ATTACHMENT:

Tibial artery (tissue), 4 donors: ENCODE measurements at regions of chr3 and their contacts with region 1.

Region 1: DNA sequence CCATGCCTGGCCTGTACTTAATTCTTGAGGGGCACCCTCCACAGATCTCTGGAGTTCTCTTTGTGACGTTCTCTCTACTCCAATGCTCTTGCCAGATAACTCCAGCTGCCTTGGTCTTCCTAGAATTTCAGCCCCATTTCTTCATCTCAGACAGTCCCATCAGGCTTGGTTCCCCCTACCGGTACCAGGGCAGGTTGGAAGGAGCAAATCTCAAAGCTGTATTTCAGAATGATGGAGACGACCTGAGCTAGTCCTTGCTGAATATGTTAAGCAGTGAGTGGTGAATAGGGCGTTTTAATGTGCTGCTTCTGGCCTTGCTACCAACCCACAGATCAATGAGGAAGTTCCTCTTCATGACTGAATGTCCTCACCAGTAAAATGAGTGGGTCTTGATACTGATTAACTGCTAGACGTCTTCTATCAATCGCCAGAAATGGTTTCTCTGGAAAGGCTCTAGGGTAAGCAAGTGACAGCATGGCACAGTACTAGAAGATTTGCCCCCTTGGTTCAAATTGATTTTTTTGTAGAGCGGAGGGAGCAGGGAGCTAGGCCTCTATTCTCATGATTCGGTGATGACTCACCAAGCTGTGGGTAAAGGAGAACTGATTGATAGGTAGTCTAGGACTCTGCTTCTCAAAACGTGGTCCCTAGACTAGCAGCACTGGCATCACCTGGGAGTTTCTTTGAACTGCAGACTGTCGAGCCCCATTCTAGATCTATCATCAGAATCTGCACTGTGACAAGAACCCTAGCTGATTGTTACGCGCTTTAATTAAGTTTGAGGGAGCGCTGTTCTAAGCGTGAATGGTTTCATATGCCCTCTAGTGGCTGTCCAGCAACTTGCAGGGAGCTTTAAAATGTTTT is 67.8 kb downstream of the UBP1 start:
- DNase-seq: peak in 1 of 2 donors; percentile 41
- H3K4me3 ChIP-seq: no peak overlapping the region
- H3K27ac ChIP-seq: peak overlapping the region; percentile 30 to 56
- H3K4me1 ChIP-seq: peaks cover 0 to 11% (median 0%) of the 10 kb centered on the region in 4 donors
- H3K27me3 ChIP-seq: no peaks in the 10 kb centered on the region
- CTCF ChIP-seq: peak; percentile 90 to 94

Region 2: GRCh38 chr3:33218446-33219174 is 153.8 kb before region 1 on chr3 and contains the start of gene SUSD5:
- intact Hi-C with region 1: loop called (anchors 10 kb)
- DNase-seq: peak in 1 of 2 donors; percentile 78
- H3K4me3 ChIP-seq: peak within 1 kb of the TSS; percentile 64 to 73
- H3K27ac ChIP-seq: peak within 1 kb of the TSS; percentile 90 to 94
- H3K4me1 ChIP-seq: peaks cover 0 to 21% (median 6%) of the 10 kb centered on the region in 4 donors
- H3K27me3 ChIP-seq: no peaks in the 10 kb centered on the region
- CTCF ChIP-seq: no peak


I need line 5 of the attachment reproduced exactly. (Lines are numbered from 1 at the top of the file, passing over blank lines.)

- H3K27ac ChIP-seq: peak overlapping the region; percentile 30 to 56